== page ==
House bill could force library donors out of shadows

Should Democrats pass a new ethics law, President Bush may want to read the fine print before signing it. A little-noticed section in one 80-page version could make it more difficult to raise money for presidential libraries.

House Democrats have made passing a broad ethics package among their top priorities next year when they take over the majority for the first time in 12 years. The bill is still in the works but will likely borrow heavily from a measure Speaker-to-be Nancy Pelosi (D-Calif.) introduced earlier this year.

That bill, HR 4682, most famously would prohibit privately funded travel and lengthen a lobbying ban from one to two years for top staff and former members. Less known is its provision, on pages 76 to 80, requiring the organization that raises money for a presidential library to disclose donors to Congress four times a year.

Bush already has grand plans for his library. The fundraising goal is $500 million for the facility, and, reportedly, a new think tank that has been likened to the Hoover Institution, a conservative policy center in Palo Alto, Calif.

By comparison, President Clinton’s library in Arkansas cost $165 million, twice as much as George H.W. Bush’s library at Texas A&M University in College Station, Texas.

Three Texas schools are currently bidding to be home to President Bush’s library: Southern Methodist University in Dallas, Baylor University in Waco, and the University of Dallas.

Brett Kappel, a campaign finance expert at Vorys, Sater, Seymour & Pease, said new disclosure rules could complicate fundraising efforts. Kappel said foreign sources in particular are sensitive to perceptions that they are trying to influence the American government.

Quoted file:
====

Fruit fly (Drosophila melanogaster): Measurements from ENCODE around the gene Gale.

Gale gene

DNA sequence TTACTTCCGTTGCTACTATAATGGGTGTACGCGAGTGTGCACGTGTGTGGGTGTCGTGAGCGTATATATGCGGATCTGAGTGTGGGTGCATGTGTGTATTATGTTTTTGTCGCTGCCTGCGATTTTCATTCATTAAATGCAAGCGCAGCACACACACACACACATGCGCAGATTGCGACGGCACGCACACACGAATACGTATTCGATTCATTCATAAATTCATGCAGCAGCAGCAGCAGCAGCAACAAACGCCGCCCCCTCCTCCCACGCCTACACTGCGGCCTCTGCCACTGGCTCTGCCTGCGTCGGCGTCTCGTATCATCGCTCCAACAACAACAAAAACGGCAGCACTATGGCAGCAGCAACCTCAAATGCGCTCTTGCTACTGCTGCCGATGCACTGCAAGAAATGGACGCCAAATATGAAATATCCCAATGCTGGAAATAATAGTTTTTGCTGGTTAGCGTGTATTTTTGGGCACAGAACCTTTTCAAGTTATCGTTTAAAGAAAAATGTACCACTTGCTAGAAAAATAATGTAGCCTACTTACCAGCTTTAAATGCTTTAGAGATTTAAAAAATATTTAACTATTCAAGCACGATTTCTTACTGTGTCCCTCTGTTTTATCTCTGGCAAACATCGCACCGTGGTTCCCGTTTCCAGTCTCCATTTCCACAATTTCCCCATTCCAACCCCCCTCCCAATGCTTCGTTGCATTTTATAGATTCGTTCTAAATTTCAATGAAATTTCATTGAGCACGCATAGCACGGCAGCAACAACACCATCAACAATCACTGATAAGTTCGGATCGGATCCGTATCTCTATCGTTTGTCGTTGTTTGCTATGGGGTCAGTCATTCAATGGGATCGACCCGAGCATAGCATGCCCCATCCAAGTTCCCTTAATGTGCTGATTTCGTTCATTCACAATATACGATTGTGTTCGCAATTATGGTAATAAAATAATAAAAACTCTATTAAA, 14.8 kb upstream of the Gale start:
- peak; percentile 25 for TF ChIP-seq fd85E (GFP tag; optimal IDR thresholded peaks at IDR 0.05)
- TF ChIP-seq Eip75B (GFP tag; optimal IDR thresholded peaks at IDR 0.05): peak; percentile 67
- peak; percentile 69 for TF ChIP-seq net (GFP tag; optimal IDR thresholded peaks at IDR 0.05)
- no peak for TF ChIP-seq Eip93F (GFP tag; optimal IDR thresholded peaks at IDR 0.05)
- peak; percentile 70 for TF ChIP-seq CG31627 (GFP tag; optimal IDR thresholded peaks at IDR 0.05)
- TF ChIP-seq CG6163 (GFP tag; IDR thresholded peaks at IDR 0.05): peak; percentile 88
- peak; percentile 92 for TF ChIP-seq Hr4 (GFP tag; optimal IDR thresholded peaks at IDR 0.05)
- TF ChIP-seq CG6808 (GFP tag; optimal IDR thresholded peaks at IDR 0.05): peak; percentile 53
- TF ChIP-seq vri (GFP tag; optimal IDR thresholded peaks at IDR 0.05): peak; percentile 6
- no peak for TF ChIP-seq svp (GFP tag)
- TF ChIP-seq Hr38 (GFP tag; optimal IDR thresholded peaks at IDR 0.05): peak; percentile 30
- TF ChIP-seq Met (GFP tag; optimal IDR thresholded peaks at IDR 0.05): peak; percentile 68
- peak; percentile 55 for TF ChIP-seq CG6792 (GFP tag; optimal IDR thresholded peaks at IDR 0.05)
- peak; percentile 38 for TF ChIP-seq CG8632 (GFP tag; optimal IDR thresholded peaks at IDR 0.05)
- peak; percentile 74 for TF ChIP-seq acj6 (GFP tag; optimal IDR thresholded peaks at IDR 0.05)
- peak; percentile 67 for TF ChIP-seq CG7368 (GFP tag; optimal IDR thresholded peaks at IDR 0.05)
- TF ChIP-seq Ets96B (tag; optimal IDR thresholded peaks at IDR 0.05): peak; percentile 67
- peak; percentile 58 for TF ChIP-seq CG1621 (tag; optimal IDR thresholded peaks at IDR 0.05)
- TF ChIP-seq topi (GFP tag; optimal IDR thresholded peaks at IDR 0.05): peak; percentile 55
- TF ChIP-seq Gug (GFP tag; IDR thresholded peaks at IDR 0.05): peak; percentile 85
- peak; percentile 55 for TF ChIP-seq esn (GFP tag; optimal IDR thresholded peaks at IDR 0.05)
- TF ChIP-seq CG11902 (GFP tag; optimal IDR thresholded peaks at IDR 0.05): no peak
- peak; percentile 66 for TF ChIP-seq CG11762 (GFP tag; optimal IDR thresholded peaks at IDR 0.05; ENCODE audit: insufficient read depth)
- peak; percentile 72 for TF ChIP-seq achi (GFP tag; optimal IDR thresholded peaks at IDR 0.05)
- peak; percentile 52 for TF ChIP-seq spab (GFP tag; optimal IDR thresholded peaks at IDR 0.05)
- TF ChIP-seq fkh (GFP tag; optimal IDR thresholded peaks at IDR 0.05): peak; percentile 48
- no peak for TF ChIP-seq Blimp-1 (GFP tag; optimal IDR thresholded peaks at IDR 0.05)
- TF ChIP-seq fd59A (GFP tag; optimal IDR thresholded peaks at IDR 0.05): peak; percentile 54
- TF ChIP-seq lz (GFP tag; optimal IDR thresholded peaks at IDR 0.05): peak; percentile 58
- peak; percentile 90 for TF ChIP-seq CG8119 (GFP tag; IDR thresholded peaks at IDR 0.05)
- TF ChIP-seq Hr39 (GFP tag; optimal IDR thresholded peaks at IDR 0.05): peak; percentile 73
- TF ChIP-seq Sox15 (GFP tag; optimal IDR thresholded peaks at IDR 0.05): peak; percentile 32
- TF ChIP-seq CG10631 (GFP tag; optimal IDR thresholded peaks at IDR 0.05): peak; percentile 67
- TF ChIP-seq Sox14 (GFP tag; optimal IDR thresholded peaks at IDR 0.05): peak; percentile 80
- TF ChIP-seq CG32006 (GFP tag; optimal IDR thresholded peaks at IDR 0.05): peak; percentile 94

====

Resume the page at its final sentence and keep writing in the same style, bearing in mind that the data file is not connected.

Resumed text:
Presidential libraries currently aren’t required to list donors, although they sometimes do voluntarily. Most of the library fundraising arms are 501(c)(3)s that are required to release some tax information. But that information doesn’t include a donor list, according to Suzanne Coffman, a spokeswoman for Guidestar.org, a non-profit database.

Congress has debated the issue of requiring the disclosure of presidential library donors before, perhaps most notably after President Clinton’s controversial pardon of financier Marc Rich. Rich’s ex-wife, Denise Rich, was a major donor to the Clinton library.

“This has made the rounds before,” said Sharon Fawcett, an assistant archivist for presidential libraries, of the disclosure rules.

In the past, lawmakers were unable to agree on whether the disclosure rules should extend beyond the president’s term, and if so, for how long, Fawcett said.

The lack of disclosure rules makes it difficult to find out how extensively presidents fundraise for their libraries while they remain in office. But generally, Kappel said, “It’s a lot easier to raise money while you are in office.”

The House bill would require the disclosure of any donation of $100 or more, whether the president was still in office or not.

There are only 12 presidential libraries that are part of the national archives. They start with Herbert Hoover and include every president since.

The Presidential Library Act of 1955 created the system of privately erected and federally maintained presidential libraries. A law passed in 1986 required the creation of private endowments to offset ongoing operating costs.